Today was the day of the Open University’s Classical Studies Postgraduate Work in Progress conference. I’d been looking forward to it since reading the excellent blog posts from Sophie Raudnitz and Liz Webb about the event in previous years, albeit with some trepidation as it was to be the first time for me to present my research to a Classical audience.
The day started with a session on Classical Literature, comprising papers by Liz Webb and Sophie Raudnitz. Liz spoke about sensory experience as it is described in Thucydides’ History of the Peloponnesian War, and I was particularly interested to hear about the potential parallels with the way in which these concepts are described in Homer. Perhaps somewhat predictably, it made me think about how this relationship could be expressed using a Linked Data model, by annotating particular keywords and phrases in both texts.
Sophie unfortunately wasn’t able to join us in person, but was able to deliver her paper remotely via the wonders of technology. She spoke about the apparent division between politics and philosophy set up in the works of Plato and Theaetetus, with the interesting points that Plato’s positioning of philosophy was in fact inherently political, and also that both writers acknowledge that the two seemingly opposing concepts are not actually mutually exclusive.
The next two sessions took a digital theme. Valeria Vitale introduced Pelagios, and spoke in detail about the Recogito annotation platform, which allows researchers to annotate mentions of places, people and events in digitised materials and link them to authority files without the need to acquire the technical skills or knowledge required to construct RDF triples. This was a great illustration of a really powerful tool, and the audience absolutely grasped its potential to enhance research in Classics and beyond, which was really encouraging.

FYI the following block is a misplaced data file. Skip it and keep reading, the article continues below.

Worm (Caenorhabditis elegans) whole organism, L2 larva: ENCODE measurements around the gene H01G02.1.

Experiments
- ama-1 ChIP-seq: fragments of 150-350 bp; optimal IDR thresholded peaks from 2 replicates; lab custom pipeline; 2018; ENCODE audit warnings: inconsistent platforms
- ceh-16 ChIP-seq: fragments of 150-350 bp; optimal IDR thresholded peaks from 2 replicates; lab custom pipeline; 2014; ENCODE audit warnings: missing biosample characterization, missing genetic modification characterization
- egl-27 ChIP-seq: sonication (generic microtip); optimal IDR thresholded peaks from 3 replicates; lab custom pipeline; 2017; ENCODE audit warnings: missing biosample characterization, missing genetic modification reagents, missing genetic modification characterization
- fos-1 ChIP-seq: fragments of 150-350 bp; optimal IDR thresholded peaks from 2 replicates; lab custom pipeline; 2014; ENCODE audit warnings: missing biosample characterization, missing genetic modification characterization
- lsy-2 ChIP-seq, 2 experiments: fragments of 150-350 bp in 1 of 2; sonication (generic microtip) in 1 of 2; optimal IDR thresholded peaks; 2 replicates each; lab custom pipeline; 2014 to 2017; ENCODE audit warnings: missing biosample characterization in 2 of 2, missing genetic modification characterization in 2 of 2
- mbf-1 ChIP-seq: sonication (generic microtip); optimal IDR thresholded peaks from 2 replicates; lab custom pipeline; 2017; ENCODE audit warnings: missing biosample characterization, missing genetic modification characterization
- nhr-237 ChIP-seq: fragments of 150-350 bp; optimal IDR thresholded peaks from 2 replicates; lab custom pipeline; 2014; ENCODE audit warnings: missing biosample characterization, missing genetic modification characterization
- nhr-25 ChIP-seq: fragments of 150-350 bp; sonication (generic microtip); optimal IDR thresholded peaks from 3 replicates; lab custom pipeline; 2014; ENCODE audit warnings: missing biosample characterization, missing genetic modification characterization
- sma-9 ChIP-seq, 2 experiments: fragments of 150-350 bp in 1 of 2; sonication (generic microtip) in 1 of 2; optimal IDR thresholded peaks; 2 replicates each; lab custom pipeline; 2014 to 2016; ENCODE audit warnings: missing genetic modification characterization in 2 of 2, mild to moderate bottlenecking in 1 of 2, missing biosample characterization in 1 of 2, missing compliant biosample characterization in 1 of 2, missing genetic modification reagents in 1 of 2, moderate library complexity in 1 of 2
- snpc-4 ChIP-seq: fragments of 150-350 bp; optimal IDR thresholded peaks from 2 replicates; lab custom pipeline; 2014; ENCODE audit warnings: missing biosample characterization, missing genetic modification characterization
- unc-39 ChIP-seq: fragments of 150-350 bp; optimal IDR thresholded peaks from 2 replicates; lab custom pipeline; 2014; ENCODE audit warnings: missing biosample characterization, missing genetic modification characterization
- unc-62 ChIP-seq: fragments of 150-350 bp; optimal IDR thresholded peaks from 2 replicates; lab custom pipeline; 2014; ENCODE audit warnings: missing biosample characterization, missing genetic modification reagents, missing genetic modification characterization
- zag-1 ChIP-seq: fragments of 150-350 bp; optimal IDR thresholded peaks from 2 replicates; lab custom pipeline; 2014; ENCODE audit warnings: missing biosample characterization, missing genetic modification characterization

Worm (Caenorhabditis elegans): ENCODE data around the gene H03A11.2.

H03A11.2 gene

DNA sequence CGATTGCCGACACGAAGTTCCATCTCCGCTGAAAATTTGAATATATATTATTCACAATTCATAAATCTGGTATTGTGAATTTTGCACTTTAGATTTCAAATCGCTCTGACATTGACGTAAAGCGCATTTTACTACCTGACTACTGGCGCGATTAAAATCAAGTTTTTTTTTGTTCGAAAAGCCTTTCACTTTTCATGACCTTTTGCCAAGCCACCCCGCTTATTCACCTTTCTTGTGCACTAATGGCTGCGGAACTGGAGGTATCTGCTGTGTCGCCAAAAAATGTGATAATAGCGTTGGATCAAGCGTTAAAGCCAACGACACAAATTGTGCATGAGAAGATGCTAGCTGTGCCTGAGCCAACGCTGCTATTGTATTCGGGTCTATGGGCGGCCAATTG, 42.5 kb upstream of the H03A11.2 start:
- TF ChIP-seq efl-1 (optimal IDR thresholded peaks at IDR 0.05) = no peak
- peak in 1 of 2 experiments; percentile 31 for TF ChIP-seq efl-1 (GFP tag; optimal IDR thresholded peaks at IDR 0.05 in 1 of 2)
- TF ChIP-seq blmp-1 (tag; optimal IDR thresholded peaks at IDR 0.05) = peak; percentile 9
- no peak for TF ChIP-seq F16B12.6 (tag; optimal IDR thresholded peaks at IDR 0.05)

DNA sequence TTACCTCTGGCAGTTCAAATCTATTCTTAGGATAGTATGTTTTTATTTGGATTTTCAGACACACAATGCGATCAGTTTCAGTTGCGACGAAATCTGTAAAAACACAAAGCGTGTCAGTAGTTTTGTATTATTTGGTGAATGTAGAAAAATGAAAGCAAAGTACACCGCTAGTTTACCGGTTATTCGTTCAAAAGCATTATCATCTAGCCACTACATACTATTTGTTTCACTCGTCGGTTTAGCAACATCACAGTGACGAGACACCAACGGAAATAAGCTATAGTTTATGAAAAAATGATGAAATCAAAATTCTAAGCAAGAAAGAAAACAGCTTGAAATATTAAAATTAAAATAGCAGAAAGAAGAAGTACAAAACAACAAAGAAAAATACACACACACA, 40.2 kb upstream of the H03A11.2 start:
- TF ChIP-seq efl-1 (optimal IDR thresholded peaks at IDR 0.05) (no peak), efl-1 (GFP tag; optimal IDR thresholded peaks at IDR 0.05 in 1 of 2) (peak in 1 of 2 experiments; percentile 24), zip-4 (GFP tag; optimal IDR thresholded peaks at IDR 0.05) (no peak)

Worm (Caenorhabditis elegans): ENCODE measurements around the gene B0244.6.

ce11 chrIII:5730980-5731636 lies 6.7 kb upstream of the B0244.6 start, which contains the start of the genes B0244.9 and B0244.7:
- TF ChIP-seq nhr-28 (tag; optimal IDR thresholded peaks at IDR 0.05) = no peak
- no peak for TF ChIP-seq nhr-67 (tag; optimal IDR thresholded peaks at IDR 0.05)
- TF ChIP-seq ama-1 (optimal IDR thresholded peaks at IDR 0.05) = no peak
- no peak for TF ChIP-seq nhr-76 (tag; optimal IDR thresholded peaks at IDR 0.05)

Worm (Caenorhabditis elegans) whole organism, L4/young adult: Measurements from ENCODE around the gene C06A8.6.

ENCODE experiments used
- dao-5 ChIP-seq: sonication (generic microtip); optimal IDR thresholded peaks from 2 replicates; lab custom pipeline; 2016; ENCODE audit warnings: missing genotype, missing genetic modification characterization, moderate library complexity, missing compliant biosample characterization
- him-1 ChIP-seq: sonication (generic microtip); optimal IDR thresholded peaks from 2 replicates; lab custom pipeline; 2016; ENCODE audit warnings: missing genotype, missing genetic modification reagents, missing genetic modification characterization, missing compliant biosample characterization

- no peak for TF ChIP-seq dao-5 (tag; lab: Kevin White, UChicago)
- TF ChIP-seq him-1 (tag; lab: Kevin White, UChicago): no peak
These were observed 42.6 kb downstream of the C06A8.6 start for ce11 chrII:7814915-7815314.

— Emma Bridges (@emmabridges) May 10, 2017
Jess Hughes followed by highlighting the ways in which we can share our research and engage with the wider community by using social media and writing online articles and blog posts. One of the resources she pointed to particularly was the Open University’s Social Media Toolkit, which I will definitely be taking advantage of in future. There has been a bit of a tradition of Humanities researchers being perceived as ‘lone scholars’, and it was great for Jess to emphasise that this should absolutely not be the case – we should make sure to take the time to share our ideas and make connections with potential future advisors and collaborators.